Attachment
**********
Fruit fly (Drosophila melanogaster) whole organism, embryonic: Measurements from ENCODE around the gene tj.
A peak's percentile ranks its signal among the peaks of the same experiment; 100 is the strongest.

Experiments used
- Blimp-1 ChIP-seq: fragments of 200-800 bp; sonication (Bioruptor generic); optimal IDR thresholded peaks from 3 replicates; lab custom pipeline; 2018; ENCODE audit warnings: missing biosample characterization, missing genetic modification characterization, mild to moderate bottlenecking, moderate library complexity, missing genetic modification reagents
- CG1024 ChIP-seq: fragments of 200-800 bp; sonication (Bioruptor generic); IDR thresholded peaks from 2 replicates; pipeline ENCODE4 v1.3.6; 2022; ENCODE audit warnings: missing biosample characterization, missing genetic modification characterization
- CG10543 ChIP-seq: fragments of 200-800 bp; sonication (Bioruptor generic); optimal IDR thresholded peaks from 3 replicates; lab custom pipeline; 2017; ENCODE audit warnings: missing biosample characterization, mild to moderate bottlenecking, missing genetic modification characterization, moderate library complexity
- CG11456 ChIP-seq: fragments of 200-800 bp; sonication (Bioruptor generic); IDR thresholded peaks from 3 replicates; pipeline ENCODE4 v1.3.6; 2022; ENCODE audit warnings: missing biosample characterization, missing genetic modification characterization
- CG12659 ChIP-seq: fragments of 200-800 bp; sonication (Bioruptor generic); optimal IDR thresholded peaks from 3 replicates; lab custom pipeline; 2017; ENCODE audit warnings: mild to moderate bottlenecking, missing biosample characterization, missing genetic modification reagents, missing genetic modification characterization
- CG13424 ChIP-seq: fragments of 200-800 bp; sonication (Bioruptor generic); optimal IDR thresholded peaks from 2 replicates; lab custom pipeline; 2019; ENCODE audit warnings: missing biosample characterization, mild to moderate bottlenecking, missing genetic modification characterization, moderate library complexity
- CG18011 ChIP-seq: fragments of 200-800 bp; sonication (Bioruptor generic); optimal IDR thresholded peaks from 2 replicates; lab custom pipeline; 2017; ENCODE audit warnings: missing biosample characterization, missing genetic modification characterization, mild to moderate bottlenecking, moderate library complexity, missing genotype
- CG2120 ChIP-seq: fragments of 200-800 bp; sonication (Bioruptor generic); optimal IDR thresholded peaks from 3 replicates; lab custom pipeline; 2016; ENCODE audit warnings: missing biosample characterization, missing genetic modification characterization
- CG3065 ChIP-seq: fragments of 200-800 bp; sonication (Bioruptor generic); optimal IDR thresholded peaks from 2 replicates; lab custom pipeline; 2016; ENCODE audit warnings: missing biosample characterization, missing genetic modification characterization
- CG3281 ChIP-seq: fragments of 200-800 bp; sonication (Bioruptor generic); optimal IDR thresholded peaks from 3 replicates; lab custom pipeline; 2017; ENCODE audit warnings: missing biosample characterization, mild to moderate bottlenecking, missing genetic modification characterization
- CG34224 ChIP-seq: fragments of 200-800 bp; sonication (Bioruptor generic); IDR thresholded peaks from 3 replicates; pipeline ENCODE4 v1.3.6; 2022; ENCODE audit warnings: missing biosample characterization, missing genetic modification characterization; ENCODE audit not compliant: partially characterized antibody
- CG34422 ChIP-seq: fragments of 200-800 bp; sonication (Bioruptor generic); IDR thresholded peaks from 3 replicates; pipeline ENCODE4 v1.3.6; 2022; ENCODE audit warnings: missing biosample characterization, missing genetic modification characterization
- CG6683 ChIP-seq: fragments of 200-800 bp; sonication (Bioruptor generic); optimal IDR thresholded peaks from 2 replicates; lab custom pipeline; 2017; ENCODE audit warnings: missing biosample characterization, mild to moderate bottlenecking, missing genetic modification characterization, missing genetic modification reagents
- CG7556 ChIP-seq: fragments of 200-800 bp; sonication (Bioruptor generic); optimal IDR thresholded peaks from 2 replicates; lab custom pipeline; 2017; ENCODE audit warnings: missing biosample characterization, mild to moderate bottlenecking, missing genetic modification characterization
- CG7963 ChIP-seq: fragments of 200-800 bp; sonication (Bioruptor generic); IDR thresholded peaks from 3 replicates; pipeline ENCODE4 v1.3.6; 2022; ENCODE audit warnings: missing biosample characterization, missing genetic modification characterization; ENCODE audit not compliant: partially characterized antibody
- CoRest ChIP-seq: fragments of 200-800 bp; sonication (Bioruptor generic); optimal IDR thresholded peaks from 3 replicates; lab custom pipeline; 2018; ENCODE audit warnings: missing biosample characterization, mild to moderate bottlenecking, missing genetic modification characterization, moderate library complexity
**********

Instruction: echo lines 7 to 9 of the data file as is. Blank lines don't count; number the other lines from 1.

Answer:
- CG11456 ChIP-seq: fragments of 200-800 bp; sonication (Bioruptor generic); IDR thresholded peaks from 3 replicates; pipeline ENCODE4 v1.3.6; 2022; ENCODE audit warnings: missing biosample characterization, missing genetic modification characterization
- CG12659 ChIP-seq: fragments of 200-800 bp; sonication (Bioruptor generic); optimal IDR thresholded peaks from 3 replicates; lab custom pipeline; 2017; ENCODE audit warnings: mild to moderate bottlenecking, missing biosample characterization, missing genetic modification reagents, missing genetic modification characterization
- CG13424 ChIP-seq: fragments of 200-800 bp; sonication (Bioruptor generic); optimal IDR thresholded peaks from 2 replicates; lab custom pipeline; 2019; ENCODE audit warnings: missing biosample characterization, mild to moderate bottlenecking, missing genetic modification characterization, moderate library complexity